Art&Culture

AS ABOVE, SO BELOW

Tony Maher’s photo series Mermaids dunks its viewer underwater, forcing them to see things in a different light.

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AS ABOVE, SO BELOW

A mermaid might not be the first thing you’d liken to a swimming labrador. Barrelling into the blue after a tennis ball, splashing about with gleeful flailing limbs, you could say a labrador has about as much grace as a mermaid has legs. However, somehow the two black labs captured by photographer Tony Maher in his Mermaids series project a sense of mystery, wonder, even dread. The kind of mystery that seduced sailors and caused them to dive into the ocean in the pursuit of a beautiful maiden, only to be swallowed up by the waves.

This is especially heightened in Maher’s work thanks to the vantage point of most of the photographs. He’s taken them from the bottom of a swimming pool, looking up at the distorted world beyond the surface of the water, forcing the viewer to work harder to make out shapes, figures, or establish a connection. Maher suggests that the photographs in this series “float in a sort of limbo between real and unreal,”—not unlike the way a mermaid straddles the line between human and mythical creature.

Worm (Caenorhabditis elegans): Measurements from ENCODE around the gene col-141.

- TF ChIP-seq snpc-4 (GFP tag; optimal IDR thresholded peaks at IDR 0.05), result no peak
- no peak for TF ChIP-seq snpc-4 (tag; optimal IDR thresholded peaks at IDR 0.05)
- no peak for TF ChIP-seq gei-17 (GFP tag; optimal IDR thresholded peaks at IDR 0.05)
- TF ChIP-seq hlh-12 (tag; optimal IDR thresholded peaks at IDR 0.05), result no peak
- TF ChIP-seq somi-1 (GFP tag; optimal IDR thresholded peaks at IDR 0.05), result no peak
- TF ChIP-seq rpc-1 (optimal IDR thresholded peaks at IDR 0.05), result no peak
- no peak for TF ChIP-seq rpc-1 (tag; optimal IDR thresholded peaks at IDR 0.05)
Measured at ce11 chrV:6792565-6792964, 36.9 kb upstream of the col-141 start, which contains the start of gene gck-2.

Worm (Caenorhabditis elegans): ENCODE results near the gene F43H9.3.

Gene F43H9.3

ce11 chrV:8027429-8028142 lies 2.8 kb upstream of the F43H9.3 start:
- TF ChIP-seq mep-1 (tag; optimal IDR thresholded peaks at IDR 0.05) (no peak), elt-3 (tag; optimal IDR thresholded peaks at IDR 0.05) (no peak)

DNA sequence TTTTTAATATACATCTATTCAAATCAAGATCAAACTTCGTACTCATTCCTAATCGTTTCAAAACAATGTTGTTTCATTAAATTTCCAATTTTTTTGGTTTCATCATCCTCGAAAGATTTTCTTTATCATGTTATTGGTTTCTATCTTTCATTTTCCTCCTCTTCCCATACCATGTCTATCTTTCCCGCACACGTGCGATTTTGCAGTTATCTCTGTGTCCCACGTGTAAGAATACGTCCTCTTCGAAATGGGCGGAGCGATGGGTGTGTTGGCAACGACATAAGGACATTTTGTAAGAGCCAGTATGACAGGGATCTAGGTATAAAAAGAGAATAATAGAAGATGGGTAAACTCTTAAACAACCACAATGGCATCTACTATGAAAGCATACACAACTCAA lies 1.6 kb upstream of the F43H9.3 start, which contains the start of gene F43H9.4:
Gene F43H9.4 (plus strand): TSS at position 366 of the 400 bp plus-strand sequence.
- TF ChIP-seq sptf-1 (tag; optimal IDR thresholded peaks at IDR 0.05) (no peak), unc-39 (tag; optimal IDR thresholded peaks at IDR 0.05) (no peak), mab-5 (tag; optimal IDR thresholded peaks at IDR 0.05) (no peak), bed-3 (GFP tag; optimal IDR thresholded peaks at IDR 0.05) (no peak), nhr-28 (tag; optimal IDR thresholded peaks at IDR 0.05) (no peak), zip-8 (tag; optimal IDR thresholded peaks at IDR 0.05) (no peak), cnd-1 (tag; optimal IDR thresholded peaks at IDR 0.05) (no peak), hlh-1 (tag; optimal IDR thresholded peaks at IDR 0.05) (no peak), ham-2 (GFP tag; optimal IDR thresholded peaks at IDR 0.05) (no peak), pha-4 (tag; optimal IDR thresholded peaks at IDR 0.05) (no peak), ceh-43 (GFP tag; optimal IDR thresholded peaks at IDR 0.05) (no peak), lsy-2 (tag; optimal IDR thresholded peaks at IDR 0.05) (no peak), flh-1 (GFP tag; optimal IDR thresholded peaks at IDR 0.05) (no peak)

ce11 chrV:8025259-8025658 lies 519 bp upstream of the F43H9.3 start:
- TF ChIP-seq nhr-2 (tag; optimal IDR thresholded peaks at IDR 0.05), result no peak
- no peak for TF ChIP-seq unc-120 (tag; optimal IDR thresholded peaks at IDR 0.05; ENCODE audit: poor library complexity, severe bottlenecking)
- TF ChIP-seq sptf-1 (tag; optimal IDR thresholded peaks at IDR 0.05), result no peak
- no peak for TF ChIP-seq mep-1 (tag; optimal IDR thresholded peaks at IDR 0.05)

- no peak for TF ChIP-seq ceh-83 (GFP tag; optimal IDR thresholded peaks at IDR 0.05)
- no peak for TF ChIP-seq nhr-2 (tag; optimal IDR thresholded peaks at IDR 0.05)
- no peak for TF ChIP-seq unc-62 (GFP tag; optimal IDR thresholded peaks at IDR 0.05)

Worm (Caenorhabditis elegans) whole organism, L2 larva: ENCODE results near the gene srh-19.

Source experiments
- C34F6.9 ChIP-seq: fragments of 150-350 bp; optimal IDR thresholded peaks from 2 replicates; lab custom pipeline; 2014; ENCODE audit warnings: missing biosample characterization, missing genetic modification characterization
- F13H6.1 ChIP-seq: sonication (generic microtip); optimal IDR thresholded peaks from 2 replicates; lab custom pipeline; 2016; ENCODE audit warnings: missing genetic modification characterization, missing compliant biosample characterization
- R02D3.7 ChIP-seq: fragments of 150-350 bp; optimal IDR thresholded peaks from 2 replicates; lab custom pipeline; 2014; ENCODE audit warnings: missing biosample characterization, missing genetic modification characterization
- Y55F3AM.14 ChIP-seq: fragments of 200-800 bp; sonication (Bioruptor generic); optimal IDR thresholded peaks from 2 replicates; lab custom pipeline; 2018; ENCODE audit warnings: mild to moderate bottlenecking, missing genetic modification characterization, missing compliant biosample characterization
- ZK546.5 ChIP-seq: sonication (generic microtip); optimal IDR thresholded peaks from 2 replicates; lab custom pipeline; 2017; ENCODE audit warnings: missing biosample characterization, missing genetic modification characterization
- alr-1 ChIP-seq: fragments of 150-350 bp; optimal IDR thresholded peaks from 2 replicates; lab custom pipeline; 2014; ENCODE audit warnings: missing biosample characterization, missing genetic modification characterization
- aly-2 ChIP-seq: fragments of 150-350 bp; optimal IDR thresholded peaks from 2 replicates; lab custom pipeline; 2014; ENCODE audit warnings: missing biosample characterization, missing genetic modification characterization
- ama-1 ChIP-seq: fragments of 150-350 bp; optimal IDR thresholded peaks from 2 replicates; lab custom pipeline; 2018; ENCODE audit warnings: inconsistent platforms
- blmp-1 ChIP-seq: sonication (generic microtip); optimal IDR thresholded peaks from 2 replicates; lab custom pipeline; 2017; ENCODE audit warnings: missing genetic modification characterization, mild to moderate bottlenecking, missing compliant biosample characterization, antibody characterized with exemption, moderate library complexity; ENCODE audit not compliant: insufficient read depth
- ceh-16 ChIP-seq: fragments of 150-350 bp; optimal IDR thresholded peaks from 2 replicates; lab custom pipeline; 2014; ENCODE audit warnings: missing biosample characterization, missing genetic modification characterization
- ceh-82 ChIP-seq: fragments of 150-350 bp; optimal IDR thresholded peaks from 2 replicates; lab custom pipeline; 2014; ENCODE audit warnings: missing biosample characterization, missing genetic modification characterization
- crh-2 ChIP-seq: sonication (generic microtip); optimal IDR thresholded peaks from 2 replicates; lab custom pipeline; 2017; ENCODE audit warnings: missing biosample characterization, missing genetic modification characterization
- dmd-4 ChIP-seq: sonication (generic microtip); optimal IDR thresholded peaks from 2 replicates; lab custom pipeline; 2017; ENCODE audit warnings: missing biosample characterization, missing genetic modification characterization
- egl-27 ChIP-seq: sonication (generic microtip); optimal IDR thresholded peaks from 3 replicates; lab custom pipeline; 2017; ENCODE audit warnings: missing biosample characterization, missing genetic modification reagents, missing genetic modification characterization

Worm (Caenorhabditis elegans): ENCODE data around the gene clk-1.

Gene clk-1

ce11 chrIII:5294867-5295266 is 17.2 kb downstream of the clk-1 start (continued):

tonymaher.net
You can see the complete Mermaids series here.

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Art&Culture

ISSUE NINE — PRE-ORDER NOW

In our Spring issue, there’s much to be in high spirits about. We go behind the scenes of Wes Anderson’s Isle of Dogs, a movie fuelled by dopamine, alpha dogs, and a vast crew of artisans and animators. We hang with a pack of trippy-looking poodles created by artist Susumu Kamijo. We find five mutts who changed history by injecting their human counterparts with a good dose of serotonin. There is plenty of oxytocin going around, too. We celebrate Sulek’s photography of rescued Spanish galgos, Jo Longshurst’s abstract twist on pet portraiture, and Ho Hai Tran’s love of stripes and spots. We travel to Berlin, Toronto, London, and upstate New York to meet creative types whose bonds with their four-legged mates are as heartfelt as they are intoxicating. We ask five foodies to fess up about dog snacks and guilty pleasures that feed body and soul, and we embrace illustrator Apolline Muet’s bear hugs between humans and animals.
All this, and more, inside the covers.

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Art&Culture

Under the cover of darkness

Death and wilderness play a key role in Lorna Evan’s haunting photography.

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Best of breeds

Sipke Visser’s new book lifts the lid on the fascinating world of dog shows.

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In the South Korean city of Busan you can now pamper your pet with a stay at Howlpot Care Centre, a new spa for canines.

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